Disruptive force in finance
It is impossible to follow the financial sector without being bombarded by information about distributed ledger technology (DLT), which is more widely known as "blockchain." Blockchain is the technology which underpins bitcoin and allows participants to share in a single "golden record" without relying on central authorities or intermediaries. It has sprung up from almost nowhere, and as early as two years ago it was largely an absent topic from sell-side research, Bloomberg Intelligence and industry conferences. However, it is now recognized as a potential disruptive force for systems, processes and infrastructures used to settle and record financial transactions. To that point, financial and technology companies are investing greater than $1 billion in 2016, and these companies have already spent over $900 million in the past 36 months according to Magister Advisors.
In the past two years, in terms of financial innovation, blockchain has surged past cybersecurity, peer-to-peer lending, mobile payments and cloud computing, and it is being touted as the best revolutionary idea since the internet. What is driving such attention is that blockchain's transaction ledger database with cryptographic integrity is shared by all parties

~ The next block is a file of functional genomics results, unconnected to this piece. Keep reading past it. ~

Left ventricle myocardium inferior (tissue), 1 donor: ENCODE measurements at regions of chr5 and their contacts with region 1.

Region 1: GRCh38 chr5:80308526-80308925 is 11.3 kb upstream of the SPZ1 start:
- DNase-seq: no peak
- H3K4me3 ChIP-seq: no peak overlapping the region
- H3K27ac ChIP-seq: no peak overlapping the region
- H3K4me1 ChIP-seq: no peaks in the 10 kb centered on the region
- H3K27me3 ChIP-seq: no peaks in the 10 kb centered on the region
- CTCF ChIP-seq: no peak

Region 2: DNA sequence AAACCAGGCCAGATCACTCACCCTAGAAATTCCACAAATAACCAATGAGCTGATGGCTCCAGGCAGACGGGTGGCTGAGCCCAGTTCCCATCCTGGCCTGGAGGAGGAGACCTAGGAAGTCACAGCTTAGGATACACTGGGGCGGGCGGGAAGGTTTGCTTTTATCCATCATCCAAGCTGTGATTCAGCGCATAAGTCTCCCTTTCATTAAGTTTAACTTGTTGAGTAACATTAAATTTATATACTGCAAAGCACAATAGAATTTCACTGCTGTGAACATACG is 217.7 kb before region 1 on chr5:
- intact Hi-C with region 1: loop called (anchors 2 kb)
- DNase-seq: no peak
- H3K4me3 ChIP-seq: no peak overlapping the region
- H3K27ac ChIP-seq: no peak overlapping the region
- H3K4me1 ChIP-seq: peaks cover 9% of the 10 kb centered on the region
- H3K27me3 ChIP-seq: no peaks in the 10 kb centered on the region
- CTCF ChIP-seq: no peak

Blockchain is disruptive to current systems used to settle financial transactions
in a distribution network, and every transaction that occurs in the network is recorded and stored by creating an irrevocable and auditable transaction history.
The fact that every business has a ledger means that the potential scale and application of DLT is far-reaching and could easily evolve into areas that are not yet in a pilot phase. In addition to diversified financials (stock exchanges, banks and asset managers), pilot applications of DLT include e-commerce and manufacturing, supply chain management and health care. Intermediaries such as custodians, clearing houses and financial-messaging services can be seen at most risk of disruption, and are joining consortiums such as R3, a financial innovation firm that leads a partnership with over 50 of the world's leading financial institutions, and Hyperledger, which consists of banks, exchanges, post-trade and other technology companies and consultants to invest in research, design and engineering of pilot applications.
In addition to banks, venture capital is also active and growing globally. According to Outlier Ventures, there are 967 blockchain start-ups as of June 2016, with the US and UK leading the pack, although close to 20% of start-up origins were not disclosed. While still dwarfed by the US and UK, financial technology investment in Asia quadruped last year, with venture-capital firms backing blockchain, peer-to-peer lending, online lending, cloud computing and cybersecurity.